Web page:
Red flags have been erected across Samoa to mark unvaccinated households as the government shuts down Thursday to deploy all resources to reining in a deadly measles outbreak.
More than 4,200 cases of measles have been reported across the Pacific island nation in recent weeks, including 62 deaths — with 2 fatalities in the last 24 hours, according to official statistics. None of the victims were vaccinated, the government said.
The decision to shut government services for two days is the latest in a series of drastic steps Samoan authorities have taken to stop the outbreak of a disease that was thought to be almost eliminated globally, but has made a dangerous comeback in recent years.
Schools throughout Samoa have been shut indefinitely since November 17 due to the crisis, which has seen a total of 165 new cases recorded since Wednesday. Children have been banned from all public gatherings and places where “large numbers of people congregate,” according to Prime Minister Tuilaepa Aiono Sailele Malielegaoi.
Samoa’s government officially declared a state of emergency on November 15, according to UNICEF, and began a mass vaccination campaign five days later.
Tuilaepa said 58,000 people — more than a quarter of the population — were vaccinated from the start of the campaign on November 20 until Monday.
All civil servants, except for those who help supply water and electricity to the country, will participate in the vaccination campaign on Thursday and Friday by offering assistance to public health officials.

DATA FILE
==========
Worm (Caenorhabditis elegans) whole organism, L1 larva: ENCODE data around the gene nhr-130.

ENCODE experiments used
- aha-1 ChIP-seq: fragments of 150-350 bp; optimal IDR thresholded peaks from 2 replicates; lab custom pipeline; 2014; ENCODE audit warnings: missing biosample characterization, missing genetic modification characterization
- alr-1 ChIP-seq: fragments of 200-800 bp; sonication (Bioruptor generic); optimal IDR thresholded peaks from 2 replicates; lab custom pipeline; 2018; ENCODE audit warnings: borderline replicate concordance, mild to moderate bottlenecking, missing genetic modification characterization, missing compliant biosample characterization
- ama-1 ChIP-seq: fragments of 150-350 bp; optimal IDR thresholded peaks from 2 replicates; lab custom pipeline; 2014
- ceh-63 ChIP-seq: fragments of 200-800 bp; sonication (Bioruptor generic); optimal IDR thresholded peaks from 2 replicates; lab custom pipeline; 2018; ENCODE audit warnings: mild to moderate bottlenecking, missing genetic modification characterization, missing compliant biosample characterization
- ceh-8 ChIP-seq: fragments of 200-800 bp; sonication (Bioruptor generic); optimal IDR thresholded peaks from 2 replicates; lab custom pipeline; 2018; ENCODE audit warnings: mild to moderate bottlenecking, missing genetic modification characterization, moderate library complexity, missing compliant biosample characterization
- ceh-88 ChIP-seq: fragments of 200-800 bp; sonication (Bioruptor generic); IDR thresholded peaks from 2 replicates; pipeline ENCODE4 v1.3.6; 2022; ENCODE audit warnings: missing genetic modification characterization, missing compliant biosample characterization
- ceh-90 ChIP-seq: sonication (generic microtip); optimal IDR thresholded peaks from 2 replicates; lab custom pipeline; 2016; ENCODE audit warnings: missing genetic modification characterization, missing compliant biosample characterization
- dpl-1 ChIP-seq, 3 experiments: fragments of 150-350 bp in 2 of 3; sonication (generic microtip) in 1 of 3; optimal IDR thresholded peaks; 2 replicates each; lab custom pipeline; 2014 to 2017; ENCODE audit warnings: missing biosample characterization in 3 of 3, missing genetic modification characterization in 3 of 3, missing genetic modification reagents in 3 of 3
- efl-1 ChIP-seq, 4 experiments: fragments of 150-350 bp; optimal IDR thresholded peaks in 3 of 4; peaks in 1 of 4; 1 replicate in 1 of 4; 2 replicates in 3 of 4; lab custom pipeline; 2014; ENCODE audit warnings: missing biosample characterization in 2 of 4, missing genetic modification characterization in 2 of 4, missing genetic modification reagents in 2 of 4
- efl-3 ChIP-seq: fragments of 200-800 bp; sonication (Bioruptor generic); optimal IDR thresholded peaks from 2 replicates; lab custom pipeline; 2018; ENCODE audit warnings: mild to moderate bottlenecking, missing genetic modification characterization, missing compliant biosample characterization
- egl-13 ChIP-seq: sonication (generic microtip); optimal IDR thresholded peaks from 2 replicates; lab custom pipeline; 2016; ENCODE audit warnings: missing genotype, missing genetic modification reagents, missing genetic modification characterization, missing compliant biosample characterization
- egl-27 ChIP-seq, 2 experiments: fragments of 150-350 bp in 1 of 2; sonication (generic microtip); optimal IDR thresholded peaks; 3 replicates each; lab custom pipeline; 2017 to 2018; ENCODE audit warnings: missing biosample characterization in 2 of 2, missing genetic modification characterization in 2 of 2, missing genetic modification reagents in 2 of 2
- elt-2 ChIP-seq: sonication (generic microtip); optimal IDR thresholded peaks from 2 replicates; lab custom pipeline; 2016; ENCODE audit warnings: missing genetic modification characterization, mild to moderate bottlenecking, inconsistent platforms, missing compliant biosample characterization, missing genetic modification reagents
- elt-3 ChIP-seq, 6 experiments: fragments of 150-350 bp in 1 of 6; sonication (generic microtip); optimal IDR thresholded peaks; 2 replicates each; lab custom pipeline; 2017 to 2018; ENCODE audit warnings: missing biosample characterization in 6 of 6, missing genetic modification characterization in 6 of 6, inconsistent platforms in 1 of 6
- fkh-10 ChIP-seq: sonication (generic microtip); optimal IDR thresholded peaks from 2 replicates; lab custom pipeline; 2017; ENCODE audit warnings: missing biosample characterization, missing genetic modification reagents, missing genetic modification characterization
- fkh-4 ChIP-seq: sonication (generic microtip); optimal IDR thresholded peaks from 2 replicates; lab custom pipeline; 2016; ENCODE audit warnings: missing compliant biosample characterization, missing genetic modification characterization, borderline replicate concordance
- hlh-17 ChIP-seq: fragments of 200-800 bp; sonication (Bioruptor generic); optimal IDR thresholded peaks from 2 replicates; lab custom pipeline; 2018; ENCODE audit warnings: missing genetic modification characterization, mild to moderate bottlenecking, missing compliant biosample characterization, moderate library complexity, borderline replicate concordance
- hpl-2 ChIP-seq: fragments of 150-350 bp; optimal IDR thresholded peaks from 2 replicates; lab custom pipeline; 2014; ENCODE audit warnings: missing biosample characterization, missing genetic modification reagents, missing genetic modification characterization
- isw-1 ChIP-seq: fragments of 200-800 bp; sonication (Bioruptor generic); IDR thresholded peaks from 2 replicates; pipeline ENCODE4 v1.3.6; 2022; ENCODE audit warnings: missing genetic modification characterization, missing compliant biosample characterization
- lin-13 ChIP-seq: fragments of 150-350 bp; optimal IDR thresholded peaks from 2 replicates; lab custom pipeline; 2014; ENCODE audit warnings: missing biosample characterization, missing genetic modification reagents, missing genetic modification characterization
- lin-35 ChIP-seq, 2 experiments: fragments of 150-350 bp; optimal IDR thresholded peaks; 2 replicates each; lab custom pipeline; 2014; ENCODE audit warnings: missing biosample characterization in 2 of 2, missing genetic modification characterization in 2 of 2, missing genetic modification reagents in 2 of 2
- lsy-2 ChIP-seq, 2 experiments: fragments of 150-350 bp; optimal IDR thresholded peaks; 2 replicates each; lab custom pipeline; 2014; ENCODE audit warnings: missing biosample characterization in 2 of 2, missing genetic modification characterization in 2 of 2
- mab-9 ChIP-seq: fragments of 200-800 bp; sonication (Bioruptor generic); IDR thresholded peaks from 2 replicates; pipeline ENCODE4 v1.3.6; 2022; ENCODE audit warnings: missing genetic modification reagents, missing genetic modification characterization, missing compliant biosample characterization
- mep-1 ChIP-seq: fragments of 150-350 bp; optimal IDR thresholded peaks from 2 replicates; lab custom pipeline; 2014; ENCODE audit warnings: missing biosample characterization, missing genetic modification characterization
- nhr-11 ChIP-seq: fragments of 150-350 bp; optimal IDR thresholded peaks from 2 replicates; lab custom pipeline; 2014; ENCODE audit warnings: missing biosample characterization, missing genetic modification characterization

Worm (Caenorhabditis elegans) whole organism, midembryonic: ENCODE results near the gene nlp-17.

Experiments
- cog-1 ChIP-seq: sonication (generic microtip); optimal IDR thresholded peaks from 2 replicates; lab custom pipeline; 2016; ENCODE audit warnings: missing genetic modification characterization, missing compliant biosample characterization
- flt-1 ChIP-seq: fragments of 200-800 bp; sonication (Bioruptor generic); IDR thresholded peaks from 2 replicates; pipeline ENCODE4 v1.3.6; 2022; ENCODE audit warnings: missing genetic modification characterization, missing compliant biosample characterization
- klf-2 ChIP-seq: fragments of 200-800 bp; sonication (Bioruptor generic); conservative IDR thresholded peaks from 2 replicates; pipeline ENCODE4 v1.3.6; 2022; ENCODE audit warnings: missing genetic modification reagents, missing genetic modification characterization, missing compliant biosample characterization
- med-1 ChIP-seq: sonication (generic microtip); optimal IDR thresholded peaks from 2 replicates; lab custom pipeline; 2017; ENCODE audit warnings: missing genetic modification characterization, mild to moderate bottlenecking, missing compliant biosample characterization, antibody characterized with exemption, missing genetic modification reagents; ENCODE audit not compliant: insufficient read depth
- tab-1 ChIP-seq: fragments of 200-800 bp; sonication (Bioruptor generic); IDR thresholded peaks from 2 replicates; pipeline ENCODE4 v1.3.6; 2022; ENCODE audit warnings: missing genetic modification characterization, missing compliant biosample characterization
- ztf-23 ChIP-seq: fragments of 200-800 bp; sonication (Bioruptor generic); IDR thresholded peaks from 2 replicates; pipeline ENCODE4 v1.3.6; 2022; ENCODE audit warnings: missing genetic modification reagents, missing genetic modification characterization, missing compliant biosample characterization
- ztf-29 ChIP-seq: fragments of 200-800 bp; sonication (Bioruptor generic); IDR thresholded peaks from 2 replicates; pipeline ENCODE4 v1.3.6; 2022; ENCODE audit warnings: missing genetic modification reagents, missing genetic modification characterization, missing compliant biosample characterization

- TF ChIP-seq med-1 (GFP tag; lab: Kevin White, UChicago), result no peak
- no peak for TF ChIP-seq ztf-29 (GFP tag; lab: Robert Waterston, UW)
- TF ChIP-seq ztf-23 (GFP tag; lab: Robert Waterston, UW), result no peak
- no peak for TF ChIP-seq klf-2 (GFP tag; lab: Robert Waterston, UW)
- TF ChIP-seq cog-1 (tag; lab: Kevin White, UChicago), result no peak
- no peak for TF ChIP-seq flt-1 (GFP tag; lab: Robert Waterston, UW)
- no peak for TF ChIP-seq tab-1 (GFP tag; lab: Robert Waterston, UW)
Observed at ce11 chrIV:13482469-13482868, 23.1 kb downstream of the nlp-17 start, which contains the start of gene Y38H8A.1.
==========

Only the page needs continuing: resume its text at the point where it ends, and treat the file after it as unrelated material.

Measles is a highly contagious, vaccine-preventable respiratory illness characterized by a rash of flat red spots. Symptoms may include fever, cough, runny nose and watery eyes.
Measles can also lead to death when complications become too severe, according to the United States Center for Disease Control and Prevention. About 1 child out of every 1,000 who get measles will develop encephalitis — swelling of the brain — that can lead to convulsions, deafness or intellectual disability. As many as 1 out of every 20 children with measles will get pneumonia, the agency reports.
Measles has seen a wide resurgence around the world — in both high-income countries in the Americas and Europe and lower-income nations in Asia and Africa — fueled in part by fear of and lack of access to vaccines, and complacency.
Almost 350,000 measles cases were reported globally in 2018, according to UNICEF — more than doubling from 2017.